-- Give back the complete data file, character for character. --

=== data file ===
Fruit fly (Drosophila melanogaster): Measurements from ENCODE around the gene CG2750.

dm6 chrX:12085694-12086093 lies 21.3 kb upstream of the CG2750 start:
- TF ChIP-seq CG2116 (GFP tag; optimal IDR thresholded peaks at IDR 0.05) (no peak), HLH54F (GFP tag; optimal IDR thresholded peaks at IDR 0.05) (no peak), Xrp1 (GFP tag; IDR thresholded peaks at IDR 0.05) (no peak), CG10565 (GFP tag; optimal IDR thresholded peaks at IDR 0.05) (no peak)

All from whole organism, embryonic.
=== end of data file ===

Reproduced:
Fruit fly (Drosophila melanogaster): Measurements from ENCODE around the gene CG2750.

dm6 chrX:12085694-12086093 lies 21.3 kb upstream of the CG2750 start:
- TF ChIP-seq CG2116 (GFP tag; optimal IDR thresholded peaks at IDR 0.05) (no peak), HLH54F (GFP tag; optimal IDR thresholded peaks at IDR 0.05) (no peak), Xrp1 (GFP tag; IDR thresholded peaks at IDR 0.05) (no peak), CG10565 (GFP tag; optimal IDR thresholded peaks at IDR 0.05) (no peak)

All from whole organism, embryonic.